Musings of a Veterinarian

Archive for the ‘Questions’

Reader Question Answered

May 25, 2011 By: Dr. K Category: Questions, Veterinary School

From time to time I will receive a private message from a reader with a specific question regarding veterinary medicine. Chances are that reader isn’t the only one wondering. Check out this response to a concerned high school student:

Q: I have a slight (or major, depending on your perspective) dilemma. I’m a sophomore in high school, and I’m taking an honors Chemistry class. I really want to get into veterinary school because I know veterinary medicine is the field I want to spend my life in. Unfortunately, I’m horrible at Chemistry. Anyway, I’m wondering if you could help me with this little problem. I actually have been wondering if I should start really pushing to learn this on my own, or if I should just take a remedial course before college.

A: Congratulations on making a decision to enter the veterinary profession! I’m impressed with your forethought and concern over understanding chemistry and your courage to face the challenge. As a sophomore in high school, I know there is a lot of pressure to earn good grades. Those grades meter acceptance into colleges and determine scholarship awards.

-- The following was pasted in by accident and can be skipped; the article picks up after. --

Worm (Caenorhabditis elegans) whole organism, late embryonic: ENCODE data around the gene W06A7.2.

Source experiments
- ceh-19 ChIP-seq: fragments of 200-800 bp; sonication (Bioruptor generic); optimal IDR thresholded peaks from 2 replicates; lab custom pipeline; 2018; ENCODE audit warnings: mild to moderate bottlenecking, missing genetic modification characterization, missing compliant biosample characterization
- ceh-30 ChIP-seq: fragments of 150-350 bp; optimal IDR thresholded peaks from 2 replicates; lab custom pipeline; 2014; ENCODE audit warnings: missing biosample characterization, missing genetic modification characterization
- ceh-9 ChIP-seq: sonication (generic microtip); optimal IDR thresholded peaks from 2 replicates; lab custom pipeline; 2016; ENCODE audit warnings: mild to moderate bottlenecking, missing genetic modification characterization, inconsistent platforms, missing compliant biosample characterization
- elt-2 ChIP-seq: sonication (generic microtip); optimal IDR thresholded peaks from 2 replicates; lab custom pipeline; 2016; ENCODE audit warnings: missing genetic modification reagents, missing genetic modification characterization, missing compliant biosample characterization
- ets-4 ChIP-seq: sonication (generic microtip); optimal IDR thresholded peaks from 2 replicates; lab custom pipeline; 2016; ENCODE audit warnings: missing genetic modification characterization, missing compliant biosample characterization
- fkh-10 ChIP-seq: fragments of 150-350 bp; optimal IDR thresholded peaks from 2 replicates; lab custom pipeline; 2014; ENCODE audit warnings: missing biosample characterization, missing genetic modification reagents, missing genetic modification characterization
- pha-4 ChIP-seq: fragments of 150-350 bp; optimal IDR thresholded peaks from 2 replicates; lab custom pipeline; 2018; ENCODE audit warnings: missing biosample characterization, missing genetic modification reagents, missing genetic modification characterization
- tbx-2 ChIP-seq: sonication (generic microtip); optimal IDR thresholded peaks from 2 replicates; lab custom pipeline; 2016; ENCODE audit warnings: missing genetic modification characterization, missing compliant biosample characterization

Your success in a high school level chemistry course is not necessarily an indicator of how you might perform in college and then veterinary school.  There are many extraneous factors at work: The quality of your chemistry teacher, the way the course is taught, and the way your brain processes this new subject. All three of these factors change as you enter college. My best advice for you is to try your best. This sounds cliché but it is the most important factor. That might mean extra study and self teaching or even hiring a tutor. I would not go so far as to take a remedial course before college for the same reasons I mentioned above.

Let me tell you a little story: I was one of those kids in high school who never needed to study and still graduated toward the top of my class. My freshman year of college was no different – or so I thought. I barely studied for my first freshman biology exam which I realized was a huge mistake as soon I started trying to answer the questions. I was rewarded with a 64%  –  I was a Biology Major! Student career services told me to rethink my career path and consider dropping biology and changing majors. No way! I learned how to study and how to fill the gaps in my knowledge. I never could have done that in high school. The way you learn, study, and adjust to new material changes as you age. A couple of years make all the difference. I finished that semester with a “B” in my major and I’m still a veterinarian today!